INFECTIOUS DISEASE

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Certain Bacteria Render Mosquitoes Resistant to Deadly Malaria Parasite

 

 

According to the World Health Organization, an estimated 225 million malaria cases occur worldwide annually, resulting in about 781,000 deaths. Although the disease is present in 106 countries, most cases occur in sub-Saharan Africa. Insect repellent and bed nets can help prevent transmission of the malaria parasite from mosquitoes to humans, but to control malaria one step earlier, some studies are looking to eliminate infection within the mosquito itself. Normally, when a malaria parasite infects a mosquito, it travels to the insect’s gut, where its chances for survival are slim because the mosquito’s immune system, digestive enzymes and resident bacteria create a hostile environment.

 

According to an article published on May 13 in the journal Science (DOI: 10.1126/science.1201618 2011), a class of naturally occurring bacteria that can strongly inhibit malaria-causing parasites in Anopheles mosquitoes has been identified. In this new study, it was found that among the various types of bacteria in the mosquito gut, Enterobacter – a type of bacteria that occurs in some but not all mosquitoes – effectively blocked infection with the malaria-causing parasite Plasmodium falciparum by 98 to 99%. The finding may have implications for efforts to control malaria. The research was partly funded by the National Institute of Allergy and Infectious Diseases (NIAID), a component of the National Institutes of Health.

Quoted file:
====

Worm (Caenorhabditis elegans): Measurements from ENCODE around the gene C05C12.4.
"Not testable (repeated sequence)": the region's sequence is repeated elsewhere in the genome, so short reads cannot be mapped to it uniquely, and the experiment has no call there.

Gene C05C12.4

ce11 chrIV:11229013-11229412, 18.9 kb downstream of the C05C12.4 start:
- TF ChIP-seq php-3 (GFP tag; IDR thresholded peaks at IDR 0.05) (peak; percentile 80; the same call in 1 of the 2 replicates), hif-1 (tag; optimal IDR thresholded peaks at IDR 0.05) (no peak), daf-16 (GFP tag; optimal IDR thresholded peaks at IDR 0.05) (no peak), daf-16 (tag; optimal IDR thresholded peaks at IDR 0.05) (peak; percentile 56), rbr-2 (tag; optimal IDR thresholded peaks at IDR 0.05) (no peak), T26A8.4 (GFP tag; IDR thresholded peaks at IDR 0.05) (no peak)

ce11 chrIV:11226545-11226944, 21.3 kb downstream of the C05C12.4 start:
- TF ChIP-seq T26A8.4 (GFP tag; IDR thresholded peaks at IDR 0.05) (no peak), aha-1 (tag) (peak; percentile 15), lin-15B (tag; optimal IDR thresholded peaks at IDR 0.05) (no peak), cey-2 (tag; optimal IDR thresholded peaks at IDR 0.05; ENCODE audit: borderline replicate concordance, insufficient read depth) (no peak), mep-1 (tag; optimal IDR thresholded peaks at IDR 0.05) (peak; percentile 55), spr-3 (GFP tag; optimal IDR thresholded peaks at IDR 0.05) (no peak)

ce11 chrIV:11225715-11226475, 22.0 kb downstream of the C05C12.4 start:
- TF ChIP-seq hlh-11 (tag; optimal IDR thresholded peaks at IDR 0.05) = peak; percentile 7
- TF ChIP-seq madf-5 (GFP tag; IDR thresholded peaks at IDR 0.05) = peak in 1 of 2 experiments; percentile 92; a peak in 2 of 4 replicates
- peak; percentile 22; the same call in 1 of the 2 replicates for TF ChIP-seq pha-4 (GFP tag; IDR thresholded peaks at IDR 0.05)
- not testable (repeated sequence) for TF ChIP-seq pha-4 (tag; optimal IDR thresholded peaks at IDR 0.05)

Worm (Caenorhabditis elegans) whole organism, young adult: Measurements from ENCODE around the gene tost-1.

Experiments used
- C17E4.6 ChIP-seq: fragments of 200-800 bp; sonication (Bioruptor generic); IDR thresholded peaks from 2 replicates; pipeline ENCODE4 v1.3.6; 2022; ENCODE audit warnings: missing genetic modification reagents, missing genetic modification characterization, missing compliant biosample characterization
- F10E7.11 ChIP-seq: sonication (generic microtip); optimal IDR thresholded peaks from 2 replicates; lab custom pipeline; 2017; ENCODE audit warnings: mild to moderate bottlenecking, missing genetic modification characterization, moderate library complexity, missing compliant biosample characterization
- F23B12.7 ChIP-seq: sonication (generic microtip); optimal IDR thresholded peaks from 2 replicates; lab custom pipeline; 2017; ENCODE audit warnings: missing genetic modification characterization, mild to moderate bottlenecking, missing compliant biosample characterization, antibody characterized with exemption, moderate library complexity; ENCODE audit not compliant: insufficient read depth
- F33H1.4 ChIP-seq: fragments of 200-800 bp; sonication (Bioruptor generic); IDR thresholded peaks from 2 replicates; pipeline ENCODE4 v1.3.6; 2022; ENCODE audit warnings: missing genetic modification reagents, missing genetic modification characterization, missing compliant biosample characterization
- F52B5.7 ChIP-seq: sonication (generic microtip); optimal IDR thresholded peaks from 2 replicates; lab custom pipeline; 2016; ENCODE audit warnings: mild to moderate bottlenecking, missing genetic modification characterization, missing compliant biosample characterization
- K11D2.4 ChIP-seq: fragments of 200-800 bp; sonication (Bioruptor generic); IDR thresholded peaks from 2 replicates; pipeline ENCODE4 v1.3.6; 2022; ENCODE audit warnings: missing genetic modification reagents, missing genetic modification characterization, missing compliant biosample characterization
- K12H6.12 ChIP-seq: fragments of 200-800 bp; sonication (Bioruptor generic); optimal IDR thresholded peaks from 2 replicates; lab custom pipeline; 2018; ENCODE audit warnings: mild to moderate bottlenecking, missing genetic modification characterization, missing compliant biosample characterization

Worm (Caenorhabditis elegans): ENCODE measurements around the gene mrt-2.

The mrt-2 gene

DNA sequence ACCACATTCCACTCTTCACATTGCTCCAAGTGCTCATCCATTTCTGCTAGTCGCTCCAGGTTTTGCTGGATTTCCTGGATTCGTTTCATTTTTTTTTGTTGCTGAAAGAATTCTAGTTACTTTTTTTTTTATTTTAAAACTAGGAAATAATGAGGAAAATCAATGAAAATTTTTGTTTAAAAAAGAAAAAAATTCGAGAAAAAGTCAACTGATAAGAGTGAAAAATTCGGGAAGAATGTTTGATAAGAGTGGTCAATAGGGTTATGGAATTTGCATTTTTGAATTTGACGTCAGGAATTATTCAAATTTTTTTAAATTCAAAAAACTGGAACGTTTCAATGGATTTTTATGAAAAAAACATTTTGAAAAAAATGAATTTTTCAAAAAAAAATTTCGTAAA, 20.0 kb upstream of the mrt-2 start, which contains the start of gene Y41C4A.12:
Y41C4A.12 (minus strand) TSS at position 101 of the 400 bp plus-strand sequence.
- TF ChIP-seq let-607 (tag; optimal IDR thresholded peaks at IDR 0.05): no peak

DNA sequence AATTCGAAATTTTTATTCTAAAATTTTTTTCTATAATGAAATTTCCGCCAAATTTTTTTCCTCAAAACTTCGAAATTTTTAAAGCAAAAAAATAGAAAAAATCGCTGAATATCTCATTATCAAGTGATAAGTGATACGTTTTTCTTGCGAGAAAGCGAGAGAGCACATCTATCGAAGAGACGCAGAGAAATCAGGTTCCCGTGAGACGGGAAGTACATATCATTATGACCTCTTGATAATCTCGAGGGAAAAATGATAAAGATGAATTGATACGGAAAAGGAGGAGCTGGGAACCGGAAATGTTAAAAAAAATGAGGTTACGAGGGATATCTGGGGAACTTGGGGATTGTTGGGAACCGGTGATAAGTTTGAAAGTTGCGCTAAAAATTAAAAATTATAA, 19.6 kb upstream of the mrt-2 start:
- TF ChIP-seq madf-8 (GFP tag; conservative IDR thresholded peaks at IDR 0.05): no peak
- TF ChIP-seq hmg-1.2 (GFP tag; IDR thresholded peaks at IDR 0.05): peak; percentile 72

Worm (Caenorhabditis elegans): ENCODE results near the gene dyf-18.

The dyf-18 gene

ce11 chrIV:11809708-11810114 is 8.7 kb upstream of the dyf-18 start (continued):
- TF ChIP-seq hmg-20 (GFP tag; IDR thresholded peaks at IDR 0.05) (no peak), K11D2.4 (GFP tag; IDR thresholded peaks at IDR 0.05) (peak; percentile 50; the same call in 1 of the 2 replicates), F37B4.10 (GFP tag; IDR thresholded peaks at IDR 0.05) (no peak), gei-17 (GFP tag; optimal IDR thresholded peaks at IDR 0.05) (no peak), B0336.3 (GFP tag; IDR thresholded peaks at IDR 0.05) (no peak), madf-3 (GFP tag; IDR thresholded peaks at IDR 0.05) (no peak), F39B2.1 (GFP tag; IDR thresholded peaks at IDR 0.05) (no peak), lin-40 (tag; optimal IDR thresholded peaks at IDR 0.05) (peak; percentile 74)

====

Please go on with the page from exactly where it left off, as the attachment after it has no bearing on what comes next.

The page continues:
By observing the interaction between the bacteria and the parasite, the study determined that Enterobacter inhibits parasite growth by producing short-lived molecules known as reactive oxygen species (ROS). Although ROS travel through body fluids in the mosquito, they do not need to be in a mosquito to inhibit parasites. Future research plans include sequencing the Enterobacter genome to better understand how it produces malaria-inhibiting ROS and studying other bacteria that reside in the mosquito gut to learn whether they have similar effects.

 

The authors hope to apply their findings to the field, where they would first modify Enterobacter for use in mosquitoes. The next step would be to strategically place the bacteria in the mosquitoes’ natural environment, such as in their sugar food sources or breeding sites. Although these strategies have not yet been tested in malaria prevention, sugar baits have been used successfully to expose mosquitoes to toxins.

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